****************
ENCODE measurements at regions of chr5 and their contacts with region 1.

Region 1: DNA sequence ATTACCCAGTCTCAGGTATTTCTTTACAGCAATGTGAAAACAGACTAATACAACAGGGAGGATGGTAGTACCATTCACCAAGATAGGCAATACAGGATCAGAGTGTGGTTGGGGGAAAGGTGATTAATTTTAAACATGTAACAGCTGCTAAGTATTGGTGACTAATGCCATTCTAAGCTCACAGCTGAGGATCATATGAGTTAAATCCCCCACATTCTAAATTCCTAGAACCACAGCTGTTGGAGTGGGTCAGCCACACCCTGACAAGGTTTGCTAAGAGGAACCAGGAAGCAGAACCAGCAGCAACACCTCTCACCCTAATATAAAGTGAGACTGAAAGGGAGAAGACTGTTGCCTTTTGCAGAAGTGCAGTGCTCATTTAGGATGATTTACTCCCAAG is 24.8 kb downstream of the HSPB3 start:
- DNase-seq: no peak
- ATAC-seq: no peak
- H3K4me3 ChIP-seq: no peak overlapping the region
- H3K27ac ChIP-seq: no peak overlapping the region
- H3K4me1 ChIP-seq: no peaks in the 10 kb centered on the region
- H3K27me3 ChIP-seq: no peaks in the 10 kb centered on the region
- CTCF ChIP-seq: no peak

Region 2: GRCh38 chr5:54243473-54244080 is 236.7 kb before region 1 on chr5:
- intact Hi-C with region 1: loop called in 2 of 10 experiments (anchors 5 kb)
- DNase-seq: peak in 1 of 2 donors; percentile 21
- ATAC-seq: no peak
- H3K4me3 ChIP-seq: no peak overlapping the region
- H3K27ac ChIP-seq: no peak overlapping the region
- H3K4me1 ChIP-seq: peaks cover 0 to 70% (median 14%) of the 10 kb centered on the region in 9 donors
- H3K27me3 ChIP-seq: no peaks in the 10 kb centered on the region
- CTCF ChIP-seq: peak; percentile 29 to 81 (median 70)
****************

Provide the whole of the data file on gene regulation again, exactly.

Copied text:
ENCODE measurements at regions of chr5 and their contacts with region 1.

Region 1: DNA sequence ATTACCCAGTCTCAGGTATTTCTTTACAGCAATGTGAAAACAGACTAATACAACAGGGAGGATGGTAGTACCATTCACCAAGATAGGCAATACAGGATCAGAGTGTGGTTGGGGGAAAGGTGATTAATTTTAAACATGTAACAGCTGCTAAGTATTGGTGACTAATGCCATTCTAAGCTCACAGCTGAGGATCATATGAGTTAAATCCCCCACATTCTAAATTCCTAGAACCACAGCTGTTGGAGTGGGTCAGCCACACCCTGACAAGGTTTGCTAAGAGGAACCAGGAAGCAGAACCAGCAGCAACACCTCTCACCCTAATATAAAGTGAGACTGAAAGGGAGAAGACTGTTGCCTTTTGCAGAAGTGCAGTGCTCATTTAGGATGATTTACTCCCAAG is 24.8 kb downstream of the HSPB3 start:
- DNase-seq: no peak
- ATAC-seq: no peak
- H3K4me3 ChIP-seq: no peak overlapping the region
- H3K27ac ChIP-seq: no peak overlapping the region
- H3K4me1 ChIP-seq: no peaks in the 10 kb centered on the region
- H3K27me3 ChIP-seq: no peaks in the 10 kb centered on the region
- CTCF ChIP-seq: no peak

Region 2: GRCh38 chr5:54243473-54244080 is 236.7 kb before region 1 on chr5:
- intact Hi-C with region 1: loop called in 2 of 10 experiments (anchors 5 kb)
- DNase-seq: peak in 1 of 2 donors; percentile 21
- ATAC-seq: no peak
- H3K4me3 ChIP-seq: no peak overlapping the region
- H3K27ac ChIP-seq: no peak overlapping the region
- H3K4me1 ChIP-seq: peaks cover 0 to 70% (median 14%) of the 10 kb centered on the region in 9 donors
- H3K27me3 ChIP-seq: no peaks in the 10 kb centered on the region
- CTCF ChIP-seq: peak; percentile 29 to 81 (median 70)